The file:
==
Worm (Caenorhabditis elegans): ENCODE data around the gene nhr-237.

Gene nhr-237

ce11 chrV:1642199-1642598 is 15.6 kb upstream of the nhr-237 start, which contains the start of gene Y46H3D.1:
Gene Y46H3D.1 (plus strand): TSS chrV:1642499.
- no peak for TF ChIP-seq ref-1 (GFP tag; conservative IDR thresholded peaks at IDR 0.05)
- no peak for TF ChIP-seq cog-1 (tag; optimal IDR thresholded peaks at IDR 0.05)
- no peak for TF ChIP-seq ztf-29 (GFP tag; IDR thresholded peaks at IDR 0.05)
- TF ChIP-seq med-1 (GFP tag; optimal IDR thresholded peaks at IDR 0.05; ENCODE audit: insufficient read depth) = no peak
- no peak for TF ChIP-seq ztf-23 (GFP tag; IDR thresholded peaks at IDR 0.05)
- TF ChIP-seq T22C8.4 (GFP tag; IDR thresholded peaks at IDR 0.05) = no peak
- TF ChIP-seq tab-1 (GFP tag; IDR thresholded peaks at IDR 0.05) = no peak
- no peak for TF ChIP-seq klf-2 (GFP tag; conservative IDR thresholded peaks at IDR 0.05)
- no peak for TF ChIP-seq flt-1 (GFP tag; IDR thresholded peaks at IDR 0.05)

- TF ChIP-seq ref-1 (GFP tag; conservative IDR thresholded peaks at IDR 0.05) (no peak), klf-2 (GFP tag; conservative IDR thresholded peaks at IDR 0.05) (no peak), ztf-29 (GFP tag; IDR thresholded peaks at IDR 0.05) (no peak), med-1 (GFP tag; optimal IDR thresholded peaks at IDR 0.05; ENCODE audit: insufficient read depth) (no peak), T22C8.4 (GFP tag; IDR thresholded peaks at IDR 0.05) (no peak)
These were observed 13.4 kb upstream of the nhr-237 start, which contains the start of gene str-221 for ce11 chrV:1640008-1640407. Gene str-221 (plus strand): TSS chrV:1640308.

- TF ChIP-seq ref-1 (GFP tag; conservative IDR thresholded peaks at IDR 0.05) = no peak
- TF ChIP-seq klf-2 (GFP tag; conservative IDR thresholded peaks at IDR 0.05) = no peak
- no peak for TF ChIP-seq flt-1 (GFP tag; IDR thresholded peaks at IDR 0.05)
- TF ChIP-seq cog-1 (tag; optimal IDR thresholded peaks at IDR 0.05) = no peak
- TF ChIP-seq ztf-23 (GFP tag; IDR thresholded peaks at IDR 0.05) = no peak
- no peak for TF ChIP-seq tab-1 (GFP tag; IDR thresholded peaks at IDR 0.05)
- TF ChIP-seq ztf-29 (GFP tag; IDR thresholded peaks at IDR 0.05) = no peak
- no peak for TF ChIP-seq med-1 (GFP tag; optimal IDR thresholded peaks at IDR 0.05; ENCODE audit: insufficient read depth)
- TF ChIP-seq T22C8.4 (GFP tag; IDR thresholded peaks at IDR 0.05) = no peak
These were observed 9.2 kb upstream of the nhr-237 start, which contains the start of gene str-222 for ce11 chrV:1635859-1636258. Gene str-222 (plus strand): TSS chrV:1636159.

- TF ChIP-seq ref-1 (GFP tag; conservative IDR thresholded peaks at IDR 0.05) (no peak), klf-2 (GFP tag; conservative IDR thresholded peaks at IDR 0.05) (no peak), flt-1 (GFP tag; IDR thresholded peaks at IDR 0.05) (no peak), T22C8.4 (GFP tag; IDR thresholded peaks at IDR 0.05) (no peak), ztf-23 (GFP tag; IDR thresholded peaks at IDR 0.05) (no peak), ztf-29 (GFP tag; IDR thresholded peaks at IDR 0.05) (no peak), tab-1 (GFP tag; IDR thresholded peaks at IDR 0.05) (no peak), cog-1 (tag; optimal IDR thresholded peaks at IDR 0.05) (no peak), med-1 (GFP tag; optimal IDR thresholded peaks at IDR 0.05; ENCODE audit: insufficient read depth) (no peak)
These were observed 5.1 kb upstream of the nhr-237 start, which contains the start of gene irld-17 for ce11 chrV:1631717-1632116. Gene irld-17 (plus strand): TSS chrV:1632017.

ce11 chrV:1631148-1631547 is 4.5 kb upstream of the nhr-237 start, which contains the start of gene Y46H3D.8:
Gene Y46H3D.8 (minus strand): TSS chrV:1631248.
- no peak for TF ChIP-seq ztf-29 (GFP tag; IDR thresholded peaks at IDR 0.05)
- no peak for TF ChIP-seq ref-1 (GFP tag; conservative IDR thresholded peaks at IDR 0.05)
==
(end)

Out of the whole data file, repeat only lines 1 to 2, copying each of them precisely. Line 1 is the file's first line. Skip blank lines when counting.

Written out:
Worm (Caenorhabditis elegans): ENCODE data around the gene nhr-237.

Gene nhr-237